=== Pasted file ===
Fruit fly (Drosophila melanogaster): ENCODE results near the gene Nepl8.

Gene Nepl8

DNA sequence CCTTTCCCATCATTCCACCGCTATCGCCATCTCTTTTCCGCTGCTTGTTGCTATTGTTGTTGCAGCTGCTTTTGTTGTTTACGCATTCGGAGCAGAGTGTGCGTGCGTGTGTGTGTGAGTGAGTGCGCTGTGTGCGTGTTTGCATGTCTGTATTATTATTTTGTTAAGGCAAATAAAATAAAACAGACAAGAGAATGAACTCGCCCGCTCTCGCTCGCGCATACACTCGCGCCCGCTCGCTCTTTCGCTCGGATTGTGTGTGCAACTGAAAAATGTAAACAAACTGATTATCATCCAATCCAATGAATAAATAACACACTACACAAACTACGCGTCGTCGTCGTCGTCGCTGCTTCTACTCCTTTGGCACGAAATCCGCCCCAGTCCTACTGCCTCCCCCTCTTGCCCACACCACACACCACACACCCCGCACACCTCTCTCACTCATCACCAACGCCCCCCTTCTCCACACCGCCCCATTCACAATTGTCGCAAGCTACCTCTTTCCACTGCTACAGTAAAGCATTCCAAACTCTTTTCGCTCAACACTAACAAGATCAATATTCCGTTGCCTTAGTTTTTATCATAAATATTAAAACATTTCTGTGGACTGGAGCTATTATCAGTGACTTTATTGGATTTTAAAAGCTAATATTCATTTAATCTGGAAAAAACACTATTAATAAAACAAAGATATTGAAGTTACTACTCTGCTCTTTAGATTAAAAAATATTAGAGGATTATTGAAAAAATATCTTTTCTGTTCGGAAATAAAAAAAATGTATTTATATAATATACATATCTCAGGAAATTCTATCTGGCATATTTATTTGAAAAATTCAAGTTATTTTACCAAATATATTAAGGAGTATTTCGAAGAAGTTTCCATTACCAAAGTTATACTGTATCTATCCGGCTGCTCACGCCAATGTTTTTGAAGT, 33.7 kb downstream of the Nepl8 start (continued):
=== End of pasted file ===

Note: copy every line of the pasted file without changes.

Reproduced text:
Fruit fly (Drosophila melanogaster): ENCODE results near the gene Nepl8.

Gene Nepl8

DNA sequence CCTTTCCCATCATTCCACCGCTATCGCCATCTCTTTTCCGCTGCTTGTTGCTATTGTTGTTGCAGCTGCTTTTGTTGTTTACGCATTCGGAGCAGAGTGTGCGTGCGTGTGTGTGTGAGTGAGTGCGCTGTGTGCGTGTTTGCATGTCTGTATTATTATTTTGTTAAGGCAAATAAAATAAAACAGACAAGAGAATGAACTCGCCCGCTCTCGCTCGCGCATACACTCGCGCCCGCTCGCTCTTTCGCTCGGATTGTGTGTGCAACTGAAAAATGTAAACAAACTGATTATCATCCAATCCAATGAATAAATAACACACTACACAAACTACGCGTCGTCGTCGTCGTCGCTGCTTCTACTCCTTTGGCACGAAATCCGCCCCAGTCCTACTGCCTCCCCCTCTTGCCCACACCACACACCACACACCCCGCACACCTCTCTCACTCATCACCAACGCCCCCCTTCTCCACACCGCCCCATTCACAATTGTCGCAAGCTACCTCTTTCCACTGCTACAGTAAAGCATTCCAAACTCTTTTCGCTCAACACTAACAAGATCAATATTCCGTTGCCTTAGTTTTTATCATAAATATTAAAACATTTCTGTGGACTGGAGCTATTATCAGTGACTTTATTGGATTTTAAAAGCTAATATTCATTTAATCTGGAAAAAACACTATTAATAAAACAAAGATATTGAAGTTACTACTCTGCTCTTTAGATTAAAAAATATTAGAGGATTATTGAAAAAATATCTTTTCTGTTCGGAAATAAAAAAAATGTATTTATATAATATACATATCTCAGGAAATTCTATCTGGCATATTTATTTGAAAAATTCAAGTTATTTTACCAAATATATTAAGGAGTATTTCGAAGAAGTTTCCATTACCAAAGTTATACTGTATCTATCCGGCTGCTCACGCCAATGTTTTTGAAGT, 33.7 kb downstream of the Nepl8 start (continued):